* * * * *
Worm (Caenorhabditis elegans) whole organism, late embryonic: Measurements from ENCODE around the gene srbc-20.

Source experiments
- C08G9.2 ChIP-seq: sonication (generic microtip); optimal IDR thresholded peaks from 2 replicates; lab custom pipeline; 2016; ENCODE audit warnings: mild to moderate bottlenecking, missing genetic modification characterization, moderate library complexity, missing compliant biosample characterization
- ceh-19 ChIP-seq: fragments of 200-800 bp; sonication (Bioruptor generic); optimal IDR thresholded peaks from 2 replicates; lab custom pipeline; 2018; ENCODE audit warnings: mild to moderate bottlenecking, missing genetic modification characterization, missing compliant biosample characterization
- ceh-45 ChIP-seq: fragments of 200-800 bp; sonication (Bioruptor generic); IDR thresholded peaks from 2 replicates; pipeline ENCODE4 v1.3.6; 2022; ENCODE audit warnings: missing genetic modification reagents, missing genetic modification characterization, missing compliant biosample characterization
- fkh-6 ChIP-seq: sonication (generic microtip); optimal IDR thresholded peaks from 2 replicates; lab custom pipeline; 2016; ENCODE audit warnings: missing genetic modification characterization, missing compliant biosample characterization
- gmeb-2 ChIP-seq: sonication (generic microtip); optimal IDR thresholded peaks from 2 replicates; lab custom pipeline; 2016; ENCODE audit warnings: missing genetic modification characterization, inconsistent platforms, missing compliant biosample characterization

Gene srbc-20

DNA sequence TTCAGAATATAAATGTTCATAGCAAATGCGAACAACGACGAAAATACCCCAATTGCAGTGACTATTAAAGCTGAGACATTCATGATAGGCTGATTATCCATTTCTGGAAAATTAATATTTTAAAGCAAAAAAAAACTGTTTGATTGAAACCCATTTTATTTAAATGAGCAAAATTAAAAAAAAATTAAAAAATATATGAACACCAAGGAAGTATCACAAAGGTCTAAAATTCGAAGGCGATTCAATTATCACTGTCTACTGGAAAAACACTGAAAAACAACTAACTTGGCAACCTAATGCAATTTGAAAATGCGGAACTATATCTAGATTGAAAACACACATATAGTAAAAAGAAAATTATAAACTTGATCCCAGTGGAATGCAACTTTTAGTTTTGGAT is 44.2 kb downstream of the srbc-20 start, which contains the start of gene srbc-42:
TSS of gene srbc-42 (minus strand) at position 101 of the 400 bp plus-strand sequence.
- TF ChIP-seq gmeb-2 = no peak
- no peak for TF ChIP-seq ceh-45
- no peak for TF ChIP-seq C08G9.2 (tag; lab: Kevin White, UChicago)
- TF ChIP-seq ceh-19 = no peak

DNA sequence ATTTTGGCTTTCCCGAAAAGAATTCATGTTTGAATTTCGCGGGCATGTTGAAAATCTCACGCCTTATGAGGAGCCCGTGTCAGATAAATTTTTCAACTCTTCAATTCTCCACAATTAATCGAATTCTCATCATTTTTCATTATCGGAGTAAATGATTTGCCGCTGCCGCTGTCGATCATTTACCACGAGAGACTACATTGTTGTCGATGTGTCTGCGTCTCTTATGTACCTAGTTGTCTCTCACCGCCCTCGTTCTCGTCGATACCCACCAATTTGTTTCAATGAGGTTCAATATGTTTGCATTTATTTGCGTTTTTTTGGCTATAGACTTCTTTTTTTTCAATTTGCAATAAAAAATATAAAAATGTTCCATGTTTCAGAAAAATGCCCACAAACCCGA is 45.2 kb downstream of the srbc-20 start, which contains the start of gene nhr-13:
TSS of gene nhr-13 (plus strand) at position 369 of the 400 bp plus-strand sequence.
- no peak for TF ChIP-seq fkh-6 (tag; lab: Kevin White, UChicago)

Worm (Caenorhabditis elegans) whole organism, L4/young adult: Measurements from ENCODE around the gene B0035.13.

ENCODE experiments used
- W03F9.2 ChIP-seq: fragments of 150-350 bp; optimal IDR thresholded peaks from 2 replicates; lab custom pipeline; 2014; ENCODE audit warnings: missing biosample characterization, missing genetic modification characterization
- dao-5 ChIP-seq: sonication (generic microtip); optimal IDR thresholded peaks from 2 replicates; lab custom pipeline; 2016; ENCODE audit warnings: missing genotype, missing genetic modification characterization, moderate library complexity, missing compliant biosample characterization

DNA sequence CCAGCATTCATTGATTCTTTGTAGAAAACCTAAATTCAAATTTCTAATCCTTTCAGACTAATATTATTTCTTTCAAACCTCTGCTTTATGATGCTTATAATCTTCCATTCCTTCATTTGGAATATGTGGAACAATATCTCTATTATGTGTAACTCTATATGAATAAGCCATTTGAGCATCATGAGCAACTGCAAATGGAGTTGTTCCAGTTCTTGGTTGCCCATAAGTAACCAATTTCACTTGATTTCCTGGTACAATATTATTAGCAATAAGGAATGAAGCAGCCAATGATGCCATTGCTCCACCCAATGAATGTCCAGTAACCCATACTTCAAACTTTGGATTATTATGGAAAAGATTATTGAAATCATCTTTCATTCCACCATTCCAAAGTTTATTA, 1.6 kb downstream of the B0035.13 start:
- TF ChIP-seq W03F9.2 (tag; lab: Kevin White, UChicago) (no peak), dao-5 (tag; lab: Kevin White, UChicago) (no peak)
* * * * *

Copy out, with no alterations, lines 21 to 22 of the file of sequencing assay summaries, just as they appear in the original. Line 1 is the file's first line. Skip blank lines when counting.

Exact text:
- dao-5 ChIP-seq: sonication (generic microtip); optimal IDR thresholded peaks from 2 replicates; lab custom pipeline; 2016; ENCODE audit warnings: missing genotype, missing genetic modification characterization, moderate library complexity, missing compliant biosample characterization

DNA sequence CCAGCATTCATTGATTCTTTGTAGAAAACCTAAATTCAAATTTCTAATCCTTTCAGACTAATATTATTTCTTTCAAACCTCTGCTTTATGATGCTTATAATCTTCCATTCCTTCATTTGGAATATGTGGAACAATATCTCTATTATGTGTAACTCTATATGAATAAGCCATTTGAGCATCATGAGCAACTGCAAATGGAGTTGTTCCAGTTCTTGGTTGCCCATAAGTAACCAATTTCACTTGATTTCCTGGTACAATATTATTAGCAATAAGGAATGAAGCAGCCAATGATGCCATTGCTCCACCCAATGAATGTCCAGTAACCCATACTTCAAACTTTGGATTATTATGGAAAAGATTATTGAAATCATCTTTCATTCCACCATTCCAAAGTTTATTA, 1.6 kb downstream of the B0035.13 start: